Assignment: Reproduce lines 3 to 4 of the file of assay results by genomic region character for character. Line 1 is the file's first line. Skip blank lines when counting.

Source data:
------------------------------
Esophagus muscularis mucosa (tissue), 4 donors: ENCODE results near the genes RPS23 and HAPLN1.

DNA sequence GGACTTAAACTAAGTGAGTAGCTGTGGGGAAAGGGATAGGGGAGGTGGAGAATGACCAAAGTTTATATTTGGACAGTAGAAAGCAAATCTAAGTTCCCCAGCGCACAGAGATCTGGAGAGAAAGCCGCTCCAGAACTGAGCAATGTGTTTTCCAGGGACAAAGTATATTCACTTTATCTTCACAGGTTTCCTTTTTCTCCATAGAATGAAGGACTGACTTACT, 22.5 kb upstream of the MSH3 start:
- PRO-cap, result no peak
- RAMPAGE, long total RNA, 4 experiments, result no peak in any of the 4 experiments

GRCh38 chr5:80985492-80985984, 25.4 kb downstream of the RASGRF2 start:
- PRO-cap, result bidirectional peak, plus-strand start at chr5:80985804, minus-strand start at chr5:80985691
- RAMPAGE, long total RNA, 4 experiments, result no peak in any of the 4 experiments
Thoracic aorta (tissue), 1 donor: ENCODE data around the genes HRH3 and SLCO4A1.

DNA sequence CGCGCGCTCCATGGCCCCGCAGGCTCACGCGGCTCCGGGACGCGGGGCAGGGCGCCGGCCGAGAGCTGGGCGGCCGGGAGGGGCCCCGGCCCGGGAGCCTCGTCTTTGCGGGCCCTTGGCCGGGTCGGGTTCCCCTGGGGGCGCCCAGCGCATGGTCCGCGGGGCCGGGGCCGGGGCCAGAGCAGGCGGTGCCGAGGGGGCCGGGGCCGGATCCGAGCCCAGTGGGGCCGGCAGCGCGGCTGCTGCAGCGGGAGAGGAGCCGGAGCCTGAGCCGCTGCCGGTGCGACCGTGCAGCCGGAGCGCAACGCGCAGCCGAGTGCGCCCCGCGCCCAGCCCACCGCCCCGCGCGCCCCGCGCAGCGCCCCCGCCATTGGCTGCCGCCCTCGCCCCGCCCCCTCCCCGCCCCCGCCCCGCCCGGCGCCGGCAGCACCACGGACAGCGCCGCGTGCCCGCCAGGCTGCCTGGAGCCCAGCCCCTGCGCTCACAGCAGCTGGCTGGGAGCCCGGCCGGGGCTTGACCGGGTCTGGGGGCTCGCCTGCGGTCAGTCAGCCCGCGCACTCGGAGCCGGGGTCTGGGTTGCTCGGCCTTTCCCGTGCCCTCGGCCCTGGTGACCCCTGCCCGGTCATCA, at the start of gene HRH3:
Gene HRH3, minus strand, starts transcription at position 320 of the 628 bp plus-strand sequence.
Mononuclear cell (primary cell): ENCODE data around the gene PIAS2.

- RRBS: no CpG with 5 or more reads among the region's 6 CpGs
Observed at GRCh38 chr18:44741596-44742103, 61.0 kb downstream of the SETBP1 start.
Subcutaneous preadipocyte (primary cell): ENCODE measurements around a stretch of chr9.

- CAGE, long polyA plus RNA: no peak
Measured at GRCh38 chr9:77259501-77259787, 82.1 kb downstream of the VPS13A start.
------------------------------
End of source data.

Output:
- PRO-cap, result no peak
- RAMPAGE, long total RNA, 4 experiments, result no peak in any of the 4 experiments